Skip to content

Online ordering will be unavailable from 0800 on 09/12/2023 to 1700 on 10/12/2023 GMT.

To place an order, please contact Customer Services.

UK/ROW +44 (0) 1223 326050 | US 1 800 872 7423 or 1 212 337 5000 | Australia/New Zealand 61 3 86711400 or 1800 005 210, New Zealand 0800 023 520

Register Sign in Wishlist

Non-Violence and the French Revolution
Political Demonstrations in Paris, 1787–1795


  • Date Published: October 2014
  • availability: Available
  • format: Hardback
  • isbn: 9781107082793


Add to wishlist

Other available formats:

Looking for an inspection copy?

This title is not currently available on inspection

Product filter button
About the Authors
  • Historians of the French Revolution have traditionally emphasised the centrality of violence to revolutionary protest. However, Micah Alpaugh reveals instead the surprising prevalence of non-violent tactics to demonstrate that much of the popular action taken in revolutionary Paris was not in fact violent. Tracing the origins of the political demonstration to the French Revolutionary period, he reveals how Parisian protesters typically tried to avoid violence, conducting campaigns predominantly through peaceful marches, petitions, banquets and mass-meetings, which only rarely escalated to physical force in their stand-offs with authorities. Out of over 750 events, no more than twelve percent appear to have resulted in physical violence at any stage. Rewriting the political history of the people of Paris, Non-Violence and the French Revolution sheds new light on our understanding of Revolutionary France to show that revolutionary sans-culottes played a pivotal role in developing the democratically oriented protest techniques still used today.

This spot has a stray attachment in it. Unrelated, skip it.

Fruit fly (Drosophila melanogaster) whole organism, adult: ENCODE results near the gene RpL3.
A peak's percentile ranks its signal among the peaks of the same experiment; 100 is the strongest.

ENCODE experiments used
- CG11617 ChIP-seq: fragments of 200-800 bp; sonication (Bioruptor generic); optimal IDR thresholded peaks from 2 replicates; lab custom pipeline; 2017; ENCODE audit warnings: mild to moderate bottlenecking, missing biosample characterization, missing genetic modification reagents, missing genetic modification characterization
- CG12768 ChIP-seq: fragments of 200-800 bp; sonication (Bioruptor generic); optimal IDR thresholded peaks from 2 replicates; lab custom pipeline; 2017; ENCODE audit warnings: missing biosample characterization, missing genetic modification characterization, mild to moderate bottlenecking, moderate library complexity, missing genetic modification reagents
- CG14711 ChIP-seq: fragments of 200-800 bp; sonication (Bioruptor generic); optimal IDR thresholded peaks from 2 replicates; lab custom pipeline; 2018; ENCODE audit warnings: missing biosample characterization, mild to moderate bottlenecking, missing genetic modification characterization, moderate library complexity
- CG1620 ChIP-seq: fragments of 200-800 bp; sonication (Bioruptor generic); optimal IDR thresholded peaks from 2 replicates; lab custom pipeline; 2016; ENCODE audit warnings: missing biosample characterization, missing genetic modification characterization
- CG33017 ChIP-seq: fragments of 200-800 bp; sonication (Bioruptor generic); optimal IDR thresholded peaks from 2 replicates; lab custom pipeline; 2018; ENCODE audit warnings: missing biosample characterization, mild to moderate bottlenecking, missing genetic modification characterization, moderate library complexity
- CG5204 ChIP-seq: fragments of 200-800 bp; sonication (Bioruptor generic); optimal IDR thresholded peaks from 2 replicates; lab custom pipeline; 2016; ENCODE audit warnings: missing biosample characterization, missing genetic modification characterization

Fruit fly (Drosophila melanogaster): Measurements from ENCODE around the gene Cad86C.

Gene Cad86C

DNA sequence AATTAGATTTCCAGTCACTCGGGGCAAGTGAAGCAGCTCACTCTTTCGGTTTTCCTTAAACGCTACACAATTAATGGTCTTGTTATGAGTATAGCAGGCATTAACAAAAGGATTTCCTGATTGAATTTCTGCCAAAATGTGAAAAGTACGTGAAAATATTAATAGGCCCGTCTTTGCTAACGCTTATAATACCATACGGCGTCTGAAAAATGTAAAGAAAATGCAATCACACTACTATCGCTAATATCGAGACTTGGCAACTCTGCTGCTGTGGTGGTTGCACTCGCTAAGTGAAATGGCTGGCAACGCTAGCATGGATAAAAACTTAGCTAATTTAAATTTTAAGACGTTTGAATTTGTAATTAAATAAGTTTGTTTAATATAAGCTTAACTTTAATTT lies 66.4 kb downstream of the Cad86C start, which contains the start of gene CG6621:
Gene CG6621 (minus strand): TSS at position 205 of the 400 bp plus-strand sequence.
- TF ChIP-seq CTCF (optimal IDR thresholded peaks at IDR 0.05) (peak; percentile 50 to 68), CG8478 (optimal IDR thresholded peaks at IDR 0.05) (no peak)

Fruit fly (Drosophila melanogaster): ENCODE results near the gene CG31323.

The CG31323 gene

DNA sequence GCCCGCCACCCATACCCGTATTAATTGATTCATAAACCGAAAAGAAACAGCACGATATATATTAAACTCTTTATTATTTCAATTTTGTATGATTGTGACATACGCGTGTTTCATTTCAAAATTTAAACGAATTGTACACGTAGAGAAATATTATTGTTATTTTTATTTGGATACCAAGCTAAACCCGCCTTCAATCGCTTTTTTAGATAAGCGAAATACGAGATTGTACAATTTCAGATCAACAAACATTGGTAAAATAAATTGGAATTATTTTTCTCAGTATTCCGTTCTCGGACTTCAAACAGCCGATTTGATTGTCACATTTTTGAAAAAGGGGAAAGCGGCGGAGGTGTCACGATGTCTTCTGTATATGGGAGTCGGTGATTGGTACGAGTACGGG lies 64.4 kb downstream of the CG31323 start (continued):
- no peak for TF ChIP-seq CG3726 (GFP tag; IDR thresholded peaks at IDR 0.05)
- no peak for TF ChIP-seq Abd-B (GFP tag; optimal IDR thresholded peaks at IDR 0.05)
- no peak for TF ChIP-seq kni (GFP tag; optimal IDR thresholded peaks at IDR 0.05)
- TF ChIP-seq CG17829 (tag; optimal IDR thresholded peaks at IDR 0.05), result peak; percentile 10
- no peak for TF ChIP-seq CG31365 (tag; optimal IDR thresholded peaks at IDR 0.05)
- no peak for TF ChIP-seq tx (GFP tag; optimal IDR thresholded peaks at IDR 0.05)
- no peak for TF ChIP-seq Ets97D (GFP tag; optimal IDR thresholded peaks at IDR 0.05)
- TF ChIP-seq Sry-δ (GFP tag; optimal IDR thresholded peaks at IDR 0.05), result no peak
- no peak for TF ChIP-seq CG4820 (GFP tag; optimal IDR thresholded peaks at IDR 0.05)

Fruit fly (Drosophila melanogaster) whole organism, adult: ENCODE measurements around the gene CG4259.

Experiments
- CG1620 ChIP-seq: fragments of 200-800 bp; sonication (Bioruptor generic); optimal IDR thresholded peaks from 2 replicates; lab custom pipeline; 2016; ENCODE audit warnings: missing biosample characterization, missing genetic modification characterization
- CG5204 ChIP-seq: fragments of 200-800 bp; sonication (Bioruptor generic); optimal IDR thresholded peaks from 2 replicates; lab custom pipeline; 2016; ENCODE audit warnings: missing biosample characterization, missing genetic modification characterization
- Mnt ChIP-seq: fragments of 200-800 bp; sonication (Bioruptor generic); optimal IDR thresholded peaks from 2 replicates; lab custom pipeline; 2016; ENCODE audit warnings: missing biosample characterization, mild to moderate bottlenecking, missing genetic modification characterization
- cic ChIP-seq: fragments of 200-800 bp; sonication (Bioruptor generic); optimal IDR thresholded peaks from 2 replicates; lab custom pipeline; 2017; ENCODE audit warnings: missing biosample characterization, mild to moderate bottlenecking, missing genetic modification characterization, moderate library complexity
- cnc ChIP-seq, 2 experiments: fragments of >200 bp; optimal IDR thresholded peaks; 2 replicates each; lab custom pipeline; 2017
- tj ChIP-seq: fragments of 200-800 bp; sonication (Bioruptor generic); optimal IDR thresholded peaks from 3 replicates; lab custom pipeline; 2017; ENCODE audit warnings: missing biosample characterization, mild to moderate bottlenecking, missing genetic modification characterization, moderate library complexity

• The first comprehensive quantitative study of Parisian Revolutionary protests
    • Explores the place of the Revolution in the development of democratic protest methods
    • Offers new interpretations of some of the French Revolution's most significant events
    Read more

    Reviews & endorsements

    'Micah Alpaugh offers an important new perspective on the complex urban culture of eighteenth-century Paris, and on the French Revolution. Reading beyond the traditional narrative of violent confrontations, he shows us persuasively that such clashes were the exception rather than the rule, and that overt confrontation often came after the failure of authorities to respond to popular concerns expressed through the full panoply of a surprisingly modern culture of democratic engagement.' David Andress, University of Portsmouth

    'An impressively researched book that transforms our understanding of eighteenth-century protest and of the revolutionary process in Paris. A major contribution to the history of the French Revolution.' David Garrioch, Monash University, Australia

    'Non-Violence and the French Revolution challenges one of the central images of the French Revolution in the western imaginary. Micah Alpaugh shows us that the violent actions of the Parisian crowd need to be set in the context of a huge but largely hidden wave of popular protest and demonstration characterised essentially by non-violence. Placing the Parisian sans-culottes back at the centre of his analysis, this imaginative and striking study contributes significantly to a new social and political history of the Revolution.' Colin Jones, Queen Mary University of London

    'Alpaugh gives us a fresh and compelling thesis about the essentially non-violent and almost continuous protest of the revolutionary years in Paris, a major contribution to our understanding of the roots of collective, participatory democracy.' Peter McPhee, University of Melbourne

    'It is a well-researched book that deserves to be widely read and debated … this book is a fine contribution to historical writing on the political life of the streets in Paris during the French Revolution.' Mark Jones, European Review of History